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Machine learning using radiomics and dosiomics for normal tissue complication probability modeling of radiation-induced xerostomia

Gabrys, Hubert

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In routine clinical practice, the risk of xerostomia is typically managed by limiting the mean radiation dose to parotid glands. This approach used to give satisfying results. In recent years, however, several studies have reported mean-dose models to fail in the recognition of xerostomia risk. This can be explained by a strong improvement of overall dose conformality in radiotherapy due to recent technological advances, and thereby a substantial reduction of the mean dose to parotid glands. This thesis investigated novel approaches to building reliable normal tissue complication probability (NTCP) models of xerostomia in this context.

For the purpose of the study, a cohort of 153 head-and-neck cancer patients treated with radiotherapy at Heidelberg University Hospital was retrospectively collected. The predictive performance of the mean-dose to parotid glands was evaluated with the Lyman-Kutcher-Burman (LKB) model. In order to examine the individual predictive power of predictors describing parotid shape (radiomics), dose shape (dosiomics), and demographic characteristics, a total of 61 different features was defined and extracted from the DICOM files. These included the patient’s age and sex, parotid shape features, features related to the dose-volume histogram, the mean dose to subvolumes of parotid glands, spatial dose gradients, and three-dimensional dose moments. In the multivariate analysis, a variety of machine learning algorithms was evaluated: 1) classification methods, that discriminated patients between a high and a low risk of complication, 2) feature selection techniques, that aimed to select a number of highly informative covariates from a large set of predictors, 3) sampling methods, that reduced the class imbalance, 4) data cleaning methods, that reduced noise in the data set. The predictive performance of the models was validated internally, using nested cross-validation, and externally, using an independent patient cohort from the PARSPORT clinical trial.

The LKB model showed fairly good performance on mild-to-severe (G1+) xerostomia predictions. The corresponding dose-response curve revealed that even small doses to parotid glands increase the risk of xerostomia and should be kept as low as possible. For the patients who did develop moderate-to-severe (G2+) xerostomia, the mean dose was not an informative predictor, even though the efficient sparing of parotid glands allowed to achieve low G2+ xerostomia rates. The features describing the shape of a parotid gland and the shape of a dose proved to be highly predictive of xerostomia. In particular, the parotid volume and the spatial dose gradients in the transverse plane explained xerostomia well. The results of the machine learning algorithms comparison showed that a particular choice of a classifier and a feature selection method can significantly influence predictive performance of the NTCP model. In general, support vector machines and extra-trees achieved top performance, especially for the endpoints with a large number of observations. For the endpoints with a smaller number of observations, simple logistic regression often performed on a par with the top-ranking machine learning algorithms. The external validation showed that the analyzed multivariate models did not generalize well to the PARSPORT cohort. The only features that were predictive of xerostomia both in the Heidelberg (HD) and the PARSPORT cohort were the spatial dose gradients in the right-left and the anterior-posterior directions. Substantial differences in the distribution of covariates between the two cohorts were observed, which may be one of the reasons for the weak generalizability of the HD models.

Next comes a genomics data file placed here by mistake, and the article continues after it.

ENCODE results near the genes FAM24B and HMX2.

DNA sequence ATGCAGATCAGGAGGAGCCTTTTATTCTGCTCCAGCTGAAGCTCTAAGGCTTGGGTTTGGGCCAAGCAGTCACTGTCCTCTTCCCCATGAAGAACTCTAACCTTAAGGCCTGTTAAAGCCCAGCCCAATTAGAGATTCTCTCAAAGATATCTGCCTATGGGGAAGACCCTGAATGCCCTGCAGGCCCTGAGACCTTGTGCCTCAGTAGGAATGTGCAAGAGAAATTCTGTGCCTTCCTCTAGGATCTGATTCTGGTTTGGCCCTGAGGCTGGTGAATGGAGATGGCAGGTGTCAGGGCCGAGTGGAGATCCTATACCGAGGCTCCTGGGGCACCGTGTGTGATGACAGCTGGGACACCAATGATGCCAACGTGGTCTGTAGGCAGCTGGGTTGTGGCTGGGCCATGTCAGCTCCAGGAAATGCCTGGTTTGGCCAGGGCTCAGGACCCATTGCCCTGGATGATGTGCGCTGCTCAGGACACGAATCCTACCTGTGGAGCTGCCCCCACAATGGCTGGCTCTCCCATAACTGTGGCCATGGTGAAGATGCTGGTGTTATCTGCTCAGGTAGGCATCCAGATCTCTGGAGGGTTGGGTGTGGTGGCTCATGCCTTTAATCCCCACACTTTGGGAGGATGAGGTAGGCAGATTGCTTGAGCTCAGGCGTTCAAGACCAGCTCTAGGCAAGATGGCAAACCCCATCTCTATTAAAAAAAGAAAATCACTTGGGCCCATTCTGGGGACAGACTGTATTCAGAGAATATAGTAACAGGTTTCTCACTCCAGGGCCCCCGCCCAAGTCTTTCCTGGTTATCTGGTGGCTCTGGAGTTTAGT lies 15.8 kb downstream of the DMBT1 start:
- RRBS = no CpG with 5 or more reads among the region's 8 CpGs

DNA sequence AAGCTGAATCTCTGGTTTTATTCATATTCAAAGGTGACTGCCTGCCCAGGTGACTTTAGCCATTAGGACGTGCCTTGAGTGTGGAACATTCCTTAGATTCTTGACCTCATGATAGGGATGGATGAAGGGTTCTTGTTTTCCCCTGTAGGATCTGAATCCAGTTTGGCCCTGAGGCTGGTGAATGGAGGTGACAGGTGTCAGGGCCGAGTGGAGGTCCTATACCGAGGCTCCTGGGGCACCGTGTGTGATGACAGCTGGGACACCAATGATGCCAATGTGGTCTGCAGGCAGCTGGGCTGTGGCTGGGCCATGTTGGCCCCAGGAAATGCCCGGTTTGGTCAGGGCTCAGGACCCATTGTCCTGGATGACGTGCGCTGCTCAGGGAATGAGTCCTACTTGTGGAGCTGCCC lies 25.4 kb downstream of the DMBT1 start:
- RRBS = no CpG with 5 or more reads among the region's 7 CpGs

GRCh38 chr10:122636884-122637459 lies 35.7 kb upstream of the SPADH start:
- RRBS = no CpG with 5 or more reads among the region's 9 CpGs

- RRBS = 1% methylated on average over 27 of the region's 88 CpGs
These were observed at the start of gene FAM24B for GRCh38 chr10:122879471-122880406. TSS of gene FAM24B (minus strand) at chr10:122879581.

The results presented in this thesis undermine the applicability of NTCP models of xerostomia based only on the mean dose to parotid glands in highly conformal radiotherapy treatments. The spatial dose gradients in the left-right and the anterior-posterior directions proved to be predictive of xerostomia both in the HD and the PARSPORT cohort. This finding is especially important as it is not limited to a single cohort but describes a general pattern present in two independent data sets. The performance of the sophisticated machine learning methods may indicate a need for larger patient cohorts in studies on NTCP models in order to fully benefit from their advantages. Last but not least, the observed covariate-shift between the HD and the PARSPORT cohort motivates, in the author’s opinion, a need for reporting information about the covariate distribution when publishing novel NTCP models.

Item Type: Dissertation
Supervisor: Alber, Prof. Dr. Markus
Place of Publication: Heidelberg
Date of thesis defense: 6 June 2019
Date Deposited: 31 Jan 2020 12:52
Date: 2020
Faculties / Institutes: Medizinische Fakultät Heidelberg > Dekanat der Medizinischen Fakultät Heidelberg
Service facilities > German Cancer Research Center (DKFZ)
Subjects: 004 Data processing Computer science
310 General statistics
530 Physics
610 Medical sciences Medicine
Controlled Keywords: ntcp, radiotherapy, machine, learning
Uncontrolled Keywords: xerostomia, radiomics, dosiomics
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